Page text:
In this case, the ECJ confirmed that workers who are prevented from taking scheduled annual leave because they are on sick leave are entitled to carry the annual leave over into the next leave year.
Mrs Sobczyszyn is a teacher in Poland. Rights and obligations for teachers under Polish Law are set out in a "Teachers' Charter". The Teachers' Charter (so far as is relevant to Mrs Sobczyszyn) gives teachers the right to 35 days' annual leave which has to be taken at a time specified in a leave roster, and also to convalescence leave, effectively a type of sick leave.
In 2011, Mrs Sobczyszyn took a period of convalescence leave at a time when she would have been taking her rostered annual leave. In 2012, she asked to take the annual leave entitlement that she had not been able to take during her convalescence leave. Her employer refused on the grounds that her annual leave entitlement had been "used up" by the period of convalescence leave.
The Polish court referred the case to the EJC. The ECJ was asked to decide whether the Working Time Directive prohibits a national law that would prevent an employee on convalescence leave during scheduled holiday from taking that annual leave during a later period. This is relevant to UK employers because the Working Time Regulations (the European law that implements the Working Time Directive in the UK) expressly rules out carry-over of holiday leave to the next holiday year.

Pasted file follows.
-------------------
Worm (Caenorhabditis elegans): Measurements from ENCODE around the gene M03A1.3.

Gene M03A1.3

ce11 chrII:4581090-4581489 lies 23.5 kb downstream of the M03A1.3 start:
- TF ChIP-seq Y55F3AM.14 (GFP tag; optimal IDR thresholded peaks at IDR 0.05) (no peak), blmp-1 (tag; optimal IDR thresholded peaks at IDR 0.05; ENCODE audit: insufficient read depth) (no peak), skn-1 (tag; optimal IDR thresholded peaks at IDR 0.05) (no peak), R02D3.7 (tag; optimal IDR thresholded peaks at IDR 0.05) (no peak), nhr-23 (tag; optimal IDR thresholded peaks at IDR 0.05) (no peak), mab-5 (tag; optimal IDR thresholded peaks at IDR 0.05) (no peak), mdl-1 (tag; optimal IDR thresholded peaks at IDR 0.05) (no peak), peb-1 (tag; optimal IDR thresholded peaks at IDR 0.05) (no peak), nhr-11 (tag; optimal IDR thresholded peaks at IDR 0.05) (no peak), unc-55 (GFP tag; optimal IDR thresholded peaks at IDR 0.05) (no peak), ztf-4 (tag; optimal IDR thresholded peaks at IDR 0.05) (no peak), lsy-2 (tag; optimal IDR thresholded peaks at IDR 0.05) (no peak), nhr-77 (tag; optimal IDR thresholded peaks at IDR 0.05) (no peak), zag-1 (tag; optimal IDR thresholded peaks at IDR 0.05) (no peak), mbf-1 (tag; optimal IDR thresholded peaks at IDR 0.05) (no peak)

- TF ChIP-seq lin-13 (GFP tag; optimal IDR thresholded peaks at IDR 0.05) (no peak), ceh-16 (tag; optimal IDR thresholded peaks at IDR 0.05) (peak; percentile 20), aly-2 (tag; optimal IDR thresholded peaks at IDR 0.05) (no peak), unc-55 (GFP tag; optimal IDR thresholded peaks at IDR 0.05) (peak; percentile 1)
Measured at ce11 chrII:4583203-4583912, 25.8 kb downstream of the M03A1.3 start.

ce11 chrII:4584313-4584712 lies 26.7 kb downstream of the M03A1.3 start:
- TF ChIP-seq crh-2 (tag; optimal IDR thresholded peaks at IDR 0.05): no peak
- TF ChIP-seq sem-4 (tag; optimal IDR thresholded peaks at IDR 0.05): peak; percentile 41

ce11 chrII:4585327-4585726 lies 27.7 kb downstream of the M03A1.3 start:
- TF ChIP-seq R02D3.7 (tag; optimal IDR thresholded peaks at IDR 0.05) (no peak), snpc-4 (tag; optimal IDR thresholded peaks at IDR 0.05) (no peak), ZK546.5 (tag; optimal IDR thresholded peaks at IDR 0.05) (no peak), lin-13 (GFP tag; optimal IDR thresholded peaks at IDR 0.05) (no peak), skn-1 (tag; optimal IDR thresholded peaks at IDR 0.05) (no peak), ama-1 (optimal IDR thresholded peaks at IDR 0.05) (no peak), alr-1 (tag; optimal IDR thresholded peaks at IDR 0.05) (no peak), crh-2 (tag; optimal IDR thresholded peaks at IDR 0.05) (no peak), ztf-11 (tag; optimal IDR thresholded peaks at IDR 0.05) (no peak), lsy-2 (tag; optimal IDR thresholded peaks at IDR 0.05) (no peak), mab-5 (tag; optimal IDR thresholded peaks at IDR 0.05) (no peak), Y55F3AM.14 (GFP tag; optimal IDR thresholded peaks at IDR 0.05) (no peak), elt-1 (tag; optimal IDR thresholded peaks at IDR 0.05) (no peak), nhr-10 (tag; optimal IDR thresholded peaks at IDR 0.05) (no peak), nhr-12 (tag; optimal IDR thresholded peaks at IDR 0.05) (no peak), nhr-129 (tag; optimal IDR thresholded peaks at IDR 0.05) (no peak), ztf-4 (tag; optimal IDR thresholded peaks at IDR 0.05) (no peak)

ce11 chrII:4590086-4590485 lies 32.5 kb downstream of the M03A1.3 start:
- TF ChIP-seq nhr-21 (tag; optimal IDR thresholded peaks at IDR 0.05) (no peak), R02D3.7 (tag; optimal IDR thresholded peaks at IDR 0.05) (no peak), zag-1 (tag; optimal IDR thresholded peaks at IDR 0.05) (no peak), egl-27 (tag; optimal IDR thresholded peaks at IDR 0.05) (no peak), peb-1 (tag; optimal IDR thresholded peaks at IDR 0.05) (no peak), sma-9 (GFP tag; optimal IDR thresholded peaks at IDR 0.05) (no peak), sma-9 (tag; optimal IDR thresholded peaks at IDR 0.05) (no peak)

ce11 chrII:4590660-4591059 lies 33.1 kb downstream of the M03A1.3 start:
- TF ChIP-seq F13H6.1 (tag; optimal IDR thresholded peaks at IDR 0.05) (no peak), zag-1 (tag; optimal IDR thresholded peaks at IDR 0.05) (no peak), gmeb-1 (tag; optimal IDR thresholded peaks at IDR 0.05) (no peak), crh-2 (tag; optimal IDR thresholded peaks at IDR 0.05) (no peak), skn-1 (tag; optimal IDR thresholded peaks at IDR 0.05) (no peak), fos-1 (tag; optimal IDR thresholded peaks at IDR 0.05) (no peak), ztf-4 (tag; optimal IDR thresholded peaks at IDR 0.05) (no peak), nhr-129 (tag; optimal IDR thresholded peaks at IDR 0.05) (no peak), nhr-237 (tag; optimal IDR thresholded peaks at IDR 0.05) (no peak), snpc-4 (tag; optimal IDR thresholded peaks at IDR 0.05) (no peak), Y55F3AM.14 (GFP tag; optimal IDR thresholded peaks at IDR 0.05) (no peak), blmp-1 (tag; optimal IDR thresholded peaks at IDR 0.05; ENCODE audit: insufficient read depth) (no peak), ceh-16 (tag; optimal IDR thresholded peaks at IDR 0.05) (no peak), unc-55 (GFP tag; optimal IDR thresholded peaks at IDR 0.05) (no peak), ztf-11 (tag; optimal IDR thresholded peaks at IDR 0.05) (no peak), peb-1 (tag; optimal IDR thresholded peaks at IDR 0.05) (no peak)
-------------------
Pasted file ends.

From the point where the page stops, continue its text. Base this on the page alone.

The ECJ followed existing case law, holding that such a national law would be prohibited by the Working Time Directive.
What does this mean for employers?
This confirms earlier ECJ case law, so does not change the existing situation. For UK employers, this means that workers who have not been able to take their entitlement to four week's annual leave during a holiday year because they have been off sick can carry the four weeks’ annual leave over to another holiday year. This does not apply to the additional UK statutory entitlement of 1.6 weeks, or any additional contractual holiday entitlement.
Employers should check their annual leave policy to ensure that it sets out the circumstances under which holiday can be carried over to subsequent holiday years.
ECJ judgments to date remain relevant at least until the UK leaves the EU (and probably beyond), so employers do need to be mindful of the impact of these decisions. The same applies to any new decisions between now and the UK's formal exit. Whether new European case law after the date of Brexit will still be relevant to the UK will depend on the terms of the UK's exit. We will of course keep you posted.